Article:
The merger of US Airways and American Airlines could have a greater impact than those airlines have previously stated, both on airline prices and on Charlotte’s status as a hub for US Airways traffic, according to a new government analysis of the merger.
US Airways and American Airlines leaders frequently cite the following statistic: of their combined 900 routes, only 12 overlap. A review by the Government Accountability Office confirms that stat—for non-stop flights. If you look at all flights, though, the report says about 1600 flights overlap.
The loss of competition on those routes could impact ticket prices, says Charlie Leocha, director of the Consumer Travel Alliance.
“Those airlines compete like mad with each other right now,” Leocha told a Senate Commerce subcommittee. “That competition’s going to disappear.”
A GAO official responded by pointing out that on most of those 1600 overlapping routes, the merged airline will still have at least one competitor. The GAO analyzed the deal in anticipation of a Justice Department review later this year, where the agency will look for anti-trust concerns.
The report contains one other tidbit for Charlotte residents. Charlotte-Douglas could face competition as a hub with Miami International Airport. Charlotte is one of US Airways’ major hubs, while Miami is American’s. The report says that Miami already serves more than half the destinations to which Charlotte-Douglas connects.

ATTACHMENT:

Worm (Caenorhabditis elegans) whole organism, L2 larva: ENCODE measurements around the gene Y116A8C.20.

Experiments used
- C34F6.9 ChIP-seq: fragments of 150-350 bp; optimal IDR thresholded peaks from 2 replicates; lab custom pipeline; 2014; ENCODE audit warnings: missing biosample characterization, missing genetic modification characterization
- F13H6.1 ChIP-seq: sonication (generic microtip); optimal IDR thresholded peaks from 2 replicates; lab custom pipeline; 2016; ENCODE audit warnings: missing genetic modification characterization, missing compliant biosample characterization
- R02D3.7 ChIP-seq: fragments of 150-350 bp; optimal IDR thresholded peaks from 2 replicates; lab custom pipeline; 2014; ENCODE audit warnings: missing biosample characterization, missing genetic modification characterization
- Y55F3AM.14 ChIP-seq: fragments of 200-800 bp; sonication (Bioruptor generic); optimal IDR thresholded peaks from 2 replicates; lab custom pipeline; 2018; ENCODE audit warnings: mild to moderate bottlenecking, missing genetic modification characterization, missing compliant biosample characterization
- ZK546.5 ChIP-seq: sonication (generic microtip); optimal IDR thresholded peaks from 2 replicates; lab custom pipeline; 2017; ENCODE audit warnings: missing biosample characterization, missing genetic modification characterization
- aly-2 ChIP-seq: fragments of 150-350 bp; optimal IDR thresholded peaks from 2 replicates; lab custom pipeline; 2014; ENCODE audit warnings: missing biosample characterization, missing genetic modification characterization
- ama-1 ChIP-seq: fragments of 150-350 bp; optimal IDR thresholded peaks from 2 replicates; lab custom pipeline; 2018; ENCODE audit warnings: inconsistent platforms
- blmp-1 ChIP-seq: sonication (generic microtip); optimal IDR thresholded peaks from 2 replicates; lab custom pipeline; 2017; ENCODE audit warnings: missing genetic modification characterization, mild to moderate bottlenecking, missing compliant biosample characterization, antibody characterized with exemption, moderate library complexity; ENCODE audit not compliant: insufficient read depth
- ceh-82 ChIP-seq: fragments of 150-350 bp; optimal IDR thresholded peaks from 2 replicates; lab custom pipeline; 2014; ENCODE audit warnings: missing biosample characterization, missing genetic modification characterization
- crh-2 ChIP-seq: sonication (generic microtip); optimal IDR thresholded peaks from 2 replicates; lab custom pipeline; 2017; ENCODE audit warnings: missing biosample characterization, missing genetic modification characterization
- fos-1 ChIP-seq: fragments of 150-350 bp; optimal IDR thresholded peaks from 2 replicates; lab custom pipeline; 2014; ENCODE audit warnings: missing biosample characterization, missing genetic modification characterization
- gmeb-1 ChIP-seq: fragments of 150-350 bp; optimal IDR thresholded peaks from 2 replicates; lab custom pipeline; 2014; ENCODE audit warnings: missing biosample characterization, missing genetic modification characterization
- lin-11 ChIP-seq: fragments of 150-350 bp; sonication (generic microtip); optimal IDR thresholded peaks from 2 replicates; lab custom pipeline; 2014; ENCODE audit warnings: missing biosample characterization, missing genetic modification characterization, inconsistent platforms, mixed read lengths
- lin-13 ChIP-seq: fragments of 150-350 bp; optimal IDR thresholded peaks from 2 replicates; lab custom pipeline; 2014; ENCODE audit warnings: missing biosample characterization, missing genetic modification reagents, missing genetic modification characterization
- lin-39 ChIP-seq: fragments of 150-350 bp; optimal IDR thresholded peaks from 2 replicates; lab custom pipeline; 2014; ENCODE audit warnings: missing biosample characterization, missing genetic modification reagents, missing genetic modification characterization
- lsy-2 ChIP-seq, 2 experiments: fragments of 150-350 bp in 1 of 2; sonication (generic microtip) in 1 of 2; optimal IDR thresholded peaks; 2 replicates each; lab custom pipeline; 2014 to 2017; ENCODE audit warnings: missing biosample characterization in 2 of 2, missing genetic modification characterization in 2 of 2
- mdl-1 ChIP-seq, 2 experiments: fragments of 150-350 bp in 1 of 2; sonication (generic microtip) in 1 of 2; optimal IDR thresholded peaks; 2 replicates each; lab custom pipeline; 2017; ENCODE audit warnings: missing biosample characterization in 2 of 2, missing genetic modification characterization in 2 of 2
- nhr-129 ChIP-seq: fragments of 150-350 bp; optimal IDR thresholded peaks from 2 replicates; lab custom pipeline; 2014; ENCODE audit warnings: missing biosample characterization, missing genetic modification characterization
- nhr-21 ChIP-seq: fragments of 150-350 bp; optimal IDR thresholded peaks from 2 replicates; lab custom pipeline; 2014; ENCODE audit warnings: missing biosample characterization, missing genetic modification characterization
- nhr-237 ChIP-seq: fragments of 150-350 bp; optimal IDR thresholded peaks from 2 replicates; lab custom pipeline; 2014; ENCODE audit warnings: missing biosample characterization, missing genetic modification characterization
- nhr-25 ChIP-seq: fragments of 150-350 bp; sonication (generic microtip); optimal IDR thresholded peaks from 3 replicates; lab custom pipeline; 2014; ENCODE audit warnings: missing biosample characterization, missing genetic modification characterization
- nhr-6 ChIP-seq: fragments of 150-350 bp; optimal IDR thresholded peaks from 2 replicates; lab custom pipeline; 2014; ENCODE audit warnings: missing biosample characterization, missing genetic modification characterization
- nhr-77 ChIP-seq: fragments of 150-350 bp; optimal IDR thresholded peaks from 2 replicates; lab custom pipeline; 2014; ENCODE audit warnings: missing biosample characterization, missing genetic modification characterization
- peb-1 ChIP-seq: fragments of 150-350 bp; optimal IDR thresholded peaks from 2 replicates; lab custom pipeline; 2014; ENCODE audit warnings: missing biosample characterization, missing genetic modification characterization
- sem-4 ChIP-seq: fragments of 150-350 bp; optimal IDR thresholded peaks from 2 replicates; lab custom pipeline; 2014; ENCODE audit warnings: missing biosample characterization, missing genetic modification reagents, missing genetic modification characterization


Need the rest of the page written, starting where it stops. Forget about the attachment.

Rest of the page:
“If approved by DOJ, the combined airline could be expected to rationalize its network over time, including where it maintains hubs,” the report reads. “For example, New York could serve as a better hub and international gateway than Philadelphia in the Northeast, while Miami could be a better hub than Charlotte in the Southeast.”
US Airways spokesmen say they plan to retain all the current hubs. CEO Doug Parker gave himself a little more leeway at the Senate hearing.
“We’re being extremely careful not to make any promises, but rather to tell people what we know at this point in time about what we believe is going to happen,” Parker said.
The GAO report points out that “closing hubs is not unprecedented.” St. Louis, Cincinatti, and Memphis all lost their hubs in previous airline mergers.